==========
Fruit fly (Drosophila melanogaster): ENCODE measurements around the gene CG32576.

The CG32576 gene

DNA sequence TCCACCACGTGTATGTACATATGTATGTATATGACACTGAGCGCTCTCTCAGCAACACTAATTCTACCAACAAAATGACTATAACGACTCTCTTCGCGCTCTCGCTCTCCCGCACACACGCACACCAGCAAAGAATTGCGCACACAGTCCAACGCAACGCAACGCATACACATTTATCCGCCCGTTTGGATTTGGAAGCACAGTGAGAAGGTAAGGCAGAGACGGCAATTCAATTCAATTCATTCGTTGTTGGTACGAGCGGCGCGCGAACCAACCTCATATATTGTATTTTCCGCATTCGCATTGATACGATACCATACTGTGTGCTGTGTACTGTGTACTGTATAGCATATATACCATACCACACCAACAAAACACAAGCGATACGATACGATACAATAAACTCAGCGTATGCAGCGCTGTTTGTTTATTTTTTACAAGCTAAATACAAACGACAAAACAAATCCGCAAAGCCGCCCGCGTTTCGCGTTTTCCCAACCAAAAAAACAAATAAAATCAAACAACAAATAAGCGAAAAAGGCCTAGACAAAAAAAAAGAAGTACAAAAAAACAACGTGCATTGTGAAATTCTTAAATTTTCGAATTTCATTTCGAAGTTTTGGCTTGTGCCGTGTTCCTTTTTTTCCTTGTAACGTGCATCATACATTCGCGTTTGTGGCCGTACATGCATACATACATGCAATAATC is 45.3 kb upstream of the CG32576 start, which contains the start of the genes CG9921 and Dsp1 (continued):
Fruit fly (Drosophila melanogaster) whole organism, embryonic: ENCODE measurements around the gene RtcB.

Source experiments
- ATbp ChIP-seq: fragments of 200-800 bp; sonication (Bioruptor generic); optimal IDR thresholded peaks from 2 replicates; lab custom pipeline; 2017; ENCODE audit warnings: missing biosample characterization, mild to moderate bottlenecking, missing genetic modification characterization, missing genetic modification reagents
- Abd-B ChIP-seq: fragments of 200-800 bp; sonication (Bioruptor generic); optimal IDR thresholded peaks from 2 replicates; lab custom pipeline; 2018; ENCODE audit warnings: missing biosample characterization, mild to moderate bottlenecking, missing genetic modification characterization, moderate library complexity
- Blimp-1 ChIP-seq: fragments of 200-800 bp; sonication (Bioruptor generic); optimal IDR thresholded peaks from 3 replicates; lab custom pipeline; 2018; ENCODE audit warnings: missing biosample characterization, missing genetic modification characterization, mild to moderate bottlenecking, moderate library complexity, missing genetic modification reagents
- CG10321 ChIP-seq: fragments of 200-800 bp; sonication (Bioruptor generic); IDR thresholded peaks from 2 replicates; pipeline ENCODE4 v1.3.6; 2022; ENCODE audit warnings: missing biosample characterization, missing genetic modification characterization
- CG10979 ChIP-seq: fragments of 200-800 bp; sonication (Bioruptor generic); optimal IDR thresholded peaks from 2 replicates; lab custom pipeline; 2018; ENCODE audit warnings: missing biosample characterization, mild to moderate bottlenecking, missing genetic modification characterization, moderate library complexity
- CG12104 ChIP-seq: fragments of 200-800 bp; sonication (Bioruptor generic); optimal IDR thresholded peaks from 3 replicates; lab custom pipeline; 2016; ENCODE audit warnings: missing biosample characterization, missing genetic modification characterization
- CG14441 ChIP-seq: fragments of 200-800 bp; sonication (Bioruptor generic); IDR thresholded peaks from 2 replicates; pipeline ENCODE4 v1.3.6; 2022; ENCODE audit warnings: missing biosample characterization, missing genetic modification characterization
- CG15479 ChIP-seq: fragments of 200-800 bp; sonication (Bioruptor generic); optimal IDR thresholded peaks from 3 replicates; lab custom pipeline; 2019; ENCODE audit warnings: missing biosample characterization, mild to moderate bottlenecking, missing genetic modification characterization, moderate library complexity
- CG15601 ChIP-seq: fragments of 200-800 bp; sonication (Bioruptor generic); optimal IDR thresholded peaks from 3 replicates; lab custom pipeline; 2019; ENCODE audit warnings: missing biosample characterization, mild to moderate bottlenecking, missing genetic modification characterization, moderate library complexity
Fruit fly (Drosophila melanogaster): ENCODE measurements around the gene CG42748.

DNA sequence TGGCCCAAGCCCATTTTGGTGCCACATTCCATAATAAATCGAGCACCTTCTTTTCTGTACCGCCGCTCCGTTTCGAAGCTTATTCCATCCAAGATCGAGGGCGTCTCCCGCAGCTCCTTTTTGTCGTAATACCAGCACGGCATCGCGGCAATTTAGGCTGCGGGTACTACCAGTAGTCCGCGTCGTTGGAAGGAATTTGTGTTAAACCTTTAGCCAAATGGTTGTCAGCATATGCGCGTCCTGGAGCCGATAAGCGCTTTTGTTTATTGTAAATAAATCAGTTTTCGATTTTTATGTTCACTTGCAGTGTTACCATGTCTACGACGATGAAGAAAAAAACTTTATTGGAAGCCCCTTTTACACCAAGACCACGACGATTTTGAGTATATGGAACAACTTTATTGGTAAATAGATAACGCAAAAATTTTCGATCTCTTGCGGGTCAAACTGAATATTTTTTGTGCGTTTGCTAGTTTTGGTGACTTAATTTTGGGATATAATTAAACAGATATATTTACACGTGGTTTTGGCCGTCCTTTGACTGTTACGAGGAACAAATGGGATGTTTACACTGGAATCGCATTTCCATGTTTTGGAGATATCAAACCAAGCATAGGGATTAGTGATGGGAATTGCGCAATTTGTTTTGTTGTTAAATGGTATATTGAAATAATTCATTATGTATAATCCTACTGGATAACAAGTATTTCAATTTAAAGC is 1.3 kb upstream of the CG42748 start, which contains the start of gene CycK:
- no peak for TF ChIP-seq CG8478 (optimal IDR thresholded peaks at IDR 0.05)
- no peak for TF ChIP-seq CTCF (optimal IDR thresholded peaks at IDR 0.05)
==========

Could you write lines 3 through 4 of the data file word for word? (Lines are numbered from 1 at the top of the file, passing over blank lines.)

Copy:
DNA sequence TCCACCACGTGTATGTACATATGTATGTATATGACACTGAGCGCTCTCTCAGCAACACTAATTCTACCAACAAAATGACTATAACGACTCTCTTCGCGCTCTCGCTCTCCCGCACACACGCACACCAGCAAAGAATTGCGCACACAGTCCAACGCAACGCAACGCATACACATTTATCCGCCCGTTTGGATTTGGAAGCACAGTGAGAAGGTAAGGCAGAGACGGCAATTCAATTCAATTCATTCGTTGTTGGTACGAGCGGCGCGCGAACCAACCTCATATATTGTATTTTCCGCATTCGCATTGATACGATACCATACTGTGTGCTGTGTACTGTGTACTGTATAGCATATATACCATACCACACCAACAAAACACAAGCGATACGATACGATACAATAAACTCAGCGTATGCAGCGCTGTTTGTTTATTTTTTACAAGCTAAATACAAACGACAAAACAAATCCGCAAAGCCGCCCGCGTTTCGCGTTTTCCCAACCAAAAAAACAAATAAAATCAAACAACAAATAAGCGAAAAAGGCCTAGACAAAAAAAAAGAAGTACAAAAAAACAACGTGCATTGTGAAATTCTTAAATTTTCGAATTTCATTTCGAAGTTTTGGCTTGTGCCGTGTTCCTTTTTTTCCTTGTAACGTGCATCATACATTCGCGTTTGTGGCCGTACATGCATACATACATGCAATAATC is 45.3 kb upstream of the CG32576 start, which contains the start of the genes CG9921 and Dsp1 (continued):
Fruit fly (Drosophila melanogaster) whole organism, embryonic: ENCODE measurements around the gene RtcB.